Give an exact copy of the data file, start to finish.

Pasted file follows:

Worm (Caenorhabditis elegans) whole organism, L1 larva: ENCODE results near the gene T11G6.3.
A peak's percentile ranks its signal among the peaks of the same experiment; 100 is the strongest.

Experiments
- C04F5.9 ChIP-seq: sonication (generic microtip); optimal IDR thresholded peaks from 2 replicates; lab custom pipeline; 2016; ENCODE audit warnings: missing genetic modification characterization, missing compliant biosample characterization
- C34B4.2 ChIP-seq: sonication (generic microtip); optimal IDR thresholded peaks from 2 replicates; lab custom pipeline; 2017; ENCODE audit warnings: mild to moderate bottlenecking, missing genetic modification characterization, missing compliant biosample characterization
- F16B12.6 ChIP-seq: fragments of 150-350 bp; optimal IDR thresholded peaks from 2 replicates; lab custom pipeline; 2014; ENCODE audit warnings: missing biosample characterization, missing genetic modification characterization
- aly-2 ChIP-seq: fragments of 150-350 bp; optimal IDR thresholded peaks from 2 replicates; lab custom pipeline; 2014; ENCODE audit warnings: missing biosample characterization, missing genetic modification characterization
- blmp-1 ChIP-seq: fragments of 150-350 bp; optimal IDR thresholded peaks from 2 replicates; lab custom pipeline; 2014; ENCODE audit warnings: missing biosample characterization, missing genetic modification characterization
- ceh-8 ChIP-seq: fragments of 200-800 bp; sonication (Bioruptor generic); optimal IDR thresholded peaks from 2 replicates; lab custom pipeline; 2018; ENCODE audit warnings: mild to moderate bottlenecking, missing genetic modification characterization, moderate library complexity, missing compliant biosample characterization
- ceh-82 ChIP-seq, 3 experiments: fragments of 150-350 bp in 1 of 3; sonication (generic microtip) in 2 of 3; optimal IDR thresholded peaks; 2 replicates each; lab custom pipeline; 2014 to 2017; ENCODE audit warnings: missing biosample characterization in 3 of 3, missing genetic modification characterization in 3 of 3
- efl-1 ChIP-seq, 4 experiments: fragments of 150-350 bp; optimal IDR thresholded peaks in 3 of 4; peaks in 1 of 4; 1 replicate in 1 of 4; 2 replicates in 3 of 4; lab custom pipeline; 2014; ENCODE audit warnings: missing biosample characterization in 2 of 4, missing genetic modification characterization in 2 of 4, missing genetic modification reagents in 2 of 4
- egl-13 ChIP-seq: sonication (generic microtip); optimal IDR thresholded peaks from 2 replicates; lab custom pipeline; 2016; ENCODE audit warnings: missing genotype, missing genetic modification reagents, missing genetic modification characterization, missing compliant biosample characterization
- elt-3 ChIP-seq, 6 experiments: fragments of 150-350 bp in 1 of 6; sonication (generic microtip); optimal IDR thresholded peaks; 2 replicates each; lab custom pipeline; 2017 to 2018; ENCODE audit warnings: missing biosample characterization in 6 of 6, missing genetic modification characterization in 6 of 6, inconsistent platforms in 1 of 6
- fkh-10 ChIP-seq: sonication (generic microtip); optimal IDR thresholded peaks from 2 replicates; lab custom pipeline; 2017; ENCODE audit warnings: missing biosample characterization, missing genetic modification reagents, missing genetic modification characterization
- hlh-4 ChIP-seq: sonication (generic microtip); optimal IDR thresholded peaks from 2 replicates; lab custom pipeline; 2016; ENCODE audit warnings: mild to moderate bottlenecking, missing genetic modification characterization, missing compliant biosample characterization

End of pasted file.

Worm (Caenorhabditis elegans) whole organism, L1 larva: ENCODE results near the gene T11G6.3.
A peak's percentile ranks its signal among the peaks of the same experiment; 100 is the strongest.

Experiments
- C04F5.9 ChIP-seq: sonication (generic microtip); optimal IDR thresholded peaks from 2 replicates; lab custom pipeline; 2016; ENCODE audit warnings: missing genetic modification characterization, missing compliant biosample characterization
- C34B4.2 ChIP-seq: sonication (generic microtip); optimal IDR thresholded peaks from 2 replicates; lab custom pipeline; 2017; ENCODE audit warnings: mild to moderate bottlenecking, missing genetic modification characterization, missing compliant biosample characterization
- F16B12.6 ChIP-seq: fragments of 150-350 bp; optimal IDR thresholded peaks from 2 replicates; lab custom pipeline; 2014; ENCODE audit warnings: missing biosample characterization, missing genetic modification characterization
- aly-2 ChIP-seq: fragments of 150-350 bp; optimal IDR thresholded peaks from 2 replicates; lab custom pipeline; 2014; ENCODE audit warnings: missing biosample characterization, missing genetic modification characterization
- blmp-1 ChIP-seq: fragments of 150-350 bp; optimal IDR thresholded peaks from 2 replicates; lab custom pipeline; 2014; ENCODE audit warnings: missing biosample characterization, missing genetic modification characterization
- ceh-8 ChIP-seq: fragments of 200-800 bp; sonication (Bioruptor generic); optimal IDR thresholded peaks from 2 replicates; lab custom pipeline; 2018; ENCODE audit warnings: mild to moderate bottlenecking, missing genetic modification characterization, moderate library complexity, missing compliant biosample characterization
- ceh-82 ChIP-seq, 3 experiments: fragments of 150-350 bp in 1 of 3; sonication (generic microtip) in 2 of 3; optimal IDR thresholded peaks; 2 replicates each; lab custom pipeline; 2014 to 2017; ENCODE audit warnings: missing biosample characterization in 3 of 3, missing genetic modification characterization in 3 of 3
- efl-1 ChIP-seq, 4 experiments: fragments of 150-350 bp; optimal IDR thresholded peaks in 3 of 4; peaks in 1 of 4; 1 replicate in 1 of 4; 2 replicates in 3 of 4; lab custom pipeline; 2014; ENCODE audit warnings: missing biosample characterization in 2 of 4, missing genetic modification characterization in 2 of 4, missing genetic modification reagents in 2 of 4
- egl-13 ChIP-seq: sonication (generic microtip); optimal IDR thresholded peaks from 2 replicates; lab custom pipeline; 2016; ENCODE audit warnings: missing genotype, missing genetic modification reagents, missing genetic modification characterization, missing compliant biosample characterization
- elt-3 ChIP-seq, 6 experiments: fragments of 150-350 bp in 1 of 6; sonication (generic microtip); optimal IDR thresholded peaks; 2 replicates each; lab custom pipeline; 2017 to 2018; ENCODE audit warnings: missing biosample characterization in 6 of 6, missing genetic modification characterization in 6 of 6, inconsistent platforms in 1 of 6
- fkh-10 ChIP-seq: sonication (generic microtip); optimal IDR thresholded peaks from 2 replicates; lab custom pipeline; 2017; ENCODE audit warnings: missing biosample characterization, missing genetic modification reagents, missing genetic modification characterization
- hlh-4 ChIP-seq: sonication (generic microtip); optimal IDR thresholded peaks from 2 replicates; lab custom pipeline; 2016; ENCODE audit warnings: mild to moderate bottlenecking, missing genetic modification characterization, missing compliant biosample characterization